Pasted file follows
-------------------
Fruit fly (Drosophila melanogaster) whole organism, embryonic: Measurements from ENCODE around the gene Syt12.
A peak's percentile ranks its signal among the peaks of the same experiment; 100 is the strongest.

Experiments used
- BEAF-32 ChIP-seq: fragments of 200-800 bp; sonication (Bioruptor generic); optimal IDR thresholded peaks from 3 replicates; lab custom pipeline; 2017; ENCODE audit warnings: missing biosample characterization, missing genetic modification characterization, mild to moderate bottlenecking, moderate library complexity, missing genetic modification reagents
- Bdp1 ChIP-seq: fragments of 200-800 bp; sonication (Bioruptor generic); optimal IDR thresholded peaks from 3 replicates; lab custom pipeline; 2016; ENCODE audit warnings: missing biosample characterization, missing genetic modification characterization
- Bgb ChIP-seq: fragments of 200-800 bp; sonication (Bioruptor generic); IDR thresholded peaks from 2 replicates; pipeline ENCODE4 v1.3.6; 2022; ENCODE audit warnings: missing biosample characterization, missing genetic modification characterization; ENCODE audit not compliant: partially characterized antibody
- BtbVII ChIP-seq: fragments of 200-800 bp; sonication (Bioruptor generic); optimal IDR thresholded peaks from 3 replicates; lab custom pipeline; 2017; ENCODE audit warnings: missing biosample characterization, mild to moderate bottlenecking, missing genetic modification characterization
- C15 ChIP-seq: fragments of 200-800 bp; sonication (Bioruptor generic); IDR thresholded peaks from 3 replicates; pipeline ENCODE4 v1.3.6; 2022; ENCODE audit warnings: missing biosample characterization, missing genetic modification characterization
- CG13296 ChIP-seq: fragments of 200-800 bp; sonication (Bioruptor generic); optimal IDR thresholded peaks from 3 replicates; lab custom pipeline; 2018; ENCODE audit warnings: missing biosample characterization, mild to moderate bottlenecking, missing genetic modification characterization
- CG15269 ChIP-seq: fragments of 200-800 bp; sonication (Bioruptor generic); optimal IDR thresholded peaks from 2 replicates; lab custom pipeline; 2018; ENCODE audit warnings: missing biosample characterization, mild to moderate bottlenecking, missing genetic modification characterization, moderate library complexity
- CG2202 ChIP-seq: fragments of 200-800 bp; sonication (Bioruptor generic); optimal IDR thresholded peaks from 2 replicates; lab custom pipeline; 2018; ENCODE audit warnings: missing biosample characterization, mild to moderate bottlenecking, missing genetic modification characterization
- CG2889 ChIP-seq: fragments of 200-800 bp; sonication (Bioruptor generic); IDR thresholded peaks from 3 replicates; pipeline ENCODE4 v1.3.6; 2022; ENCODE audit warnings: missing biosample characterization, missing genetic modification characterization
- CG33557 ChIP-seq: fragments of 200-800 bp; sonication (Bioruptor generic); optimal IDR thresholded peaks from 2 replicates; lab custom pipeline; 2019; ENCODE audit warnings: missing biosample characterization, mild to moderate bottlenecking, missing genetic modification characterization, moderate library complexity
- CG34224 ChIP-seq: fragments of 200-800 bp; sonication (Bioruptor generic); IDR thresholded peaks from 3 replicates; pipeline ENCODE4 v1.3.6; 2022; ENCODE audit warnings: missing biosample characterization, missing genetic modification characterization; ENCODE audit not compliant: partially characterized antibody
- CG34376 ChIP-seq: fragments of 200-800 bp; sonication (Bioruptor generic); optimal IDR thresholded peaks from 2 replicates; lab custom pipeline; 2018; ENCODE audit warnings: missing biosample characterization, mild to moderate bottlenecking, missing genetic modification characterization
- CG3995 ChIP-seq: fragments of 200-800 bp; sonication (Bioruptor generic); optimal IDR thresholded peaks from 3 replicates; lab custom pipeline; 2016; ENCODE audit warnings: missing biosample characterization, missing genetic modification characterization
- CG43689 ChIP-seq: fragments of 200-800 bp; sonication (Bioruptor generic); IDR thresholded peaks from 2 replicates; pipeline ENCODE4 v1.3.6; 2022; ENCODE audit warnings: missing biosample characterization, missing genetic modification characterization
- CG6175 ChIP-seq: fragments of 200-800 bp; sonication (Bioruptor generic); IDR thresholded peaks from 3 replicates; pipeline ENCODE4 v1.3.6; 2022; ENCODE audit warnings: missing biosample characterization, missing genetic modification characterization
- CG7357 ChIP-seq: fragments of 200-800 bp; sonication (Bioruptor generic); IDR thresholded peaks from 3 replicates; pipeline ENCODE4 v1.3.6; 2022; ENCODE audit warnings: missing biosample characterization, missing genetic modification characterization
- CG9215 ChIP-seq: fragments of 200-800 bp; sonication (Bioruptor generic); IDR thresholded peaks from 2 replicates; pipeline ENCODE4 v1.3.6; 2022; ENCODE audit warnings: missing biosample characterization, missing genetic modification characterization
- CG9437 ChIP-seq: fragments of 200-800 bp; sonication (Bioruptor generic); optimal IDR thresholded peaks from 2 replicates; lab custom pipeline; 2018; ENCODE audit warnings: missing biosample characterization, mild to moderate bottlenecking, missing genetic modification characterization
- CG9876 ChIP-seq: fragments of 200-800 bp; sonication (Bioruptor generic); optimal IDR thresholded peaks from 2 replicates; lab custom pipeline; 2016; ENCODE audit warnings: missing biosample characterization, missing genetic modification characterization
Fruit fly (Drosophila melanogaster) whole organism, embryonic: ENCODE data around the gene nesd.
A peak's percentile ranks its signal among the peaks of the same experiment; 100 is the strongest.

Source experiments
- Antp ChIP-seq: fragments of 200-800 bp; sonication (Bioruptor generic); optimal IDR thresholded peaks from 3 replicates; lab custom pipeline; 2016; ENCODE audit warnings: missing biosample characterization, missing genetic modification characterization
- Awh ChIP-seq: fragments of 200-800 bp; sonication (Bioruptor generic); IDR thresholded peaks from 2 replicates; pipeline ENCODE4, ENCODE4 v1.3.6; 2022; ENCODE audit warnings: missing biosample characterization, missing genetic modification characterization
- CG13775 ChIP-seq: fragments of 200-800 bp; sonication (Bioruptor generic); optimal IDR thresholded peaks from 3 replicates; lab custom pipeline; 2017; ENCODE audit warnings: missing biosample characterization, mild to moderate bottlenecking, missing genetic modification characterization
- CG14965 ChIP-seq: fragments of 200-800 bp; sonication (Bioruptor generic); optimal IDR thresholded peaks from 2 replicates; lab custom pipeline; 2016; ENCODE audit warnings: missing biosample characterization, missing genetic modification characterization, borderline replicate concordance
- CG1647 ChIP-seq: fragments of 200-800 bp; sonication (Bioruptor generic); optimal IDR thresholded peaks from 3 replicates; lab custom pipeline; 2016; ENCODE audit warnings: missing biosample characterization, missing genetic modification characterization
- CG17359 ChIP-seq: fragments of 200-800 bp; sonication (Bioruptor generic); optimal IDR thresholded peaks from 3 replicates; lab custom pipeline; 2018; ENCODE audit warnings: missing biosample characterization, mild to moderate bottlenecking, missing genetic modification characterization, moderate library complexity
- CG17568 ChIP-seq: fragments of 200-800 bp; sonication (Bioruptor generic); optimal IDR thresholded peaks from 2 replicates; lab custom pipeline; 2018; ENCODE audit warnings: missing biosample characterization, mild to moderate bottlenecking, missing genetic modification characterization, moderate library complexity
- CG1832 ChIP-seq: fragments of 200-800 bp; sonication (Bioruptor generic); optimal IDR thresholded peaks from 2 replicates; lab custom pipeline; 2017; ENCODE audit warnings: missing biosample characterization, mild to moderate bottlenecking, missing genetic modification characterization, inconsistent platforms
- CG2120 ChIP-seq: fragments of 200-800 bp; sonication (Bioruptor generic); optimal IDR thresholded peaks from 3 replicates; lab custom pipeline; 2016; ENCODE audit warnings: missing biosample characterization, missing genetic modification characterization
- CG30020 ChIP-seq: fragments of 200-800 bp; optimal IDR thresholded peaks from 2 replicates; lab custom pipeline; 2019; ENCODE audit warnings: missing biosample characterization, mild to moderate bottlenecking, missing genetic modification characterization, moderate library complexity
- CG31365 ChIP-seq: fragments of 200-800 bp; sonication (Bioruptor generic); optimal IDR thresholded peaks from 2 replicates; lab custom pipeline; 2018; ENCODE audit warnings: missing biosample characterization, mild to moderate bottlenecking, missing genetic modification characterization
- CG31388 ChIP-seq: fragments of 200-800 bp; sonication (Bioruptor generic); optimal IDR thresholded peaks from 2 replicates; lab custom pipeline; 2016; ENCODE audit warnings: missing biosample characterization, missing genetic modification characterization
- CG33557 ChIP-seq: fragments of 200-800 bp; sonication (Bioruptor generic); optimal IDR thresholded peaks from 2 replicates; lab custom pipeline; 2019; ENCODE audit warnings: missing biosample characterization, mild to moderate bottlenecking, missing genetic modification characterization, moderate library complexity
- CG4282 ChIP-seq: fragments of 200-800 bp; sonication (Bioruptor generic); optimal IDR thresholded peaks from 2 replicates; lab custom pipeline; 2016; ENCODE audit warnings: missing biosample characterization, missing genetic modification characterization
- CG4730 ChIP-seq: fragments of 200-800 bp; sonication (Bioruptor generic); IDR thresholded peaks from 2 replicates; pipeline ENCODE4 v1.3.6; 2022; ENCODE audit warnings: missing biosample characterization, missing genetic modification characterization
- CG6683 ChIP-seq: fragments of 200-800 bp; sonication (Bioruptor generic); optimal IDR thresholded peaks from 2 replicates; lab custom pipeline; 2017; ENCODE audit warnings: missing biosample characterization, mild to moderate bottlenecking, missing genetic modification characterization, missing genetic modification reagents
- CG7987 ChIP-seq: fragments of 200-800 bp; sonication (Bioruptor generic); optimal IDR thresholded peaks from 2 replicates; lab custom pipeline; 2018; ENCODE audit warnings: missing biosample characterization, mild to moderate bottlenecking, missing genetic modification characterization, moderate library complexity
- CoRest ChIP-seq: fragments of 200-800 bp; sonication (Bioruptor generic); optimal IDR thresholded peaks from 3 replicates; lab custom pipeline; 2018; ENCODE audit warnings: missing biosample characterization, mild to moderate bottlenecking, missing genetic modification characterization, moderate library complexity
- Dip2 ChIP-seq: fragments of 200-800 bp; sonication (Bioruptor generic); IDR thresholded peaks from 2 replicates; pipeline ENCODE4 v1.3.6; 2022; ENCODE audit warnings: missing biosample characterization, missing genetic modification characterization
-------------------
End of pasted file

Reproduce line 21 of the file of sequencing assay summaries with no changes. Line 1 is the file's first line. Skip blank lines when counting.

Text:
- CG9437 ChIP-seq: fragments of 200-800 bp; sonication (Bioruptor generic); optimal IDR thresholded peaks from 2 replicates; lab custom pipeline; 2018; ENCODE audit warnings: missing biosample characterization, mild to moderate bottlenecking, missing genetic modification characterization